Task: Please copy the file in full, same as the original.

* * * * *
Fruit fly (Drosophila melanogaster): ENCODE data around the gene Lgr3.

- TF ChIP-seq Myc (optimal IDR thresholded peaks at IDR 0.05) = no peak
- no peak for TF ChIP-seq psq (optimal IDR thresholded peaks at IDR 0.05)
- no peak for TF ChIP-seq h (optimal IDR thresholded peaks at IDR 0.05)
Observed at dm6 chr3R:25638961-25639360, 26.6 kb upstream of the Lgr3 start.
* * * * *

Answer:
Fruit fly (Drosophila melanogaster): ENCODE data around the gene Lgr3.

- TF ChIP-seq Myc (optimal IDR thresholded peaks at IDR 0.05) = no peak
- no peak for TF ChIP-seq psq (optimal IDR thresholded peaks at IDR 0.05)
- no peak for TF ChIP-seq h (optimal IDR thresholded peaks at IDR 0.05)
Observed at dm6 chr3R:25638961-25639360, 26.6 kb upstream of the Lgr3 start.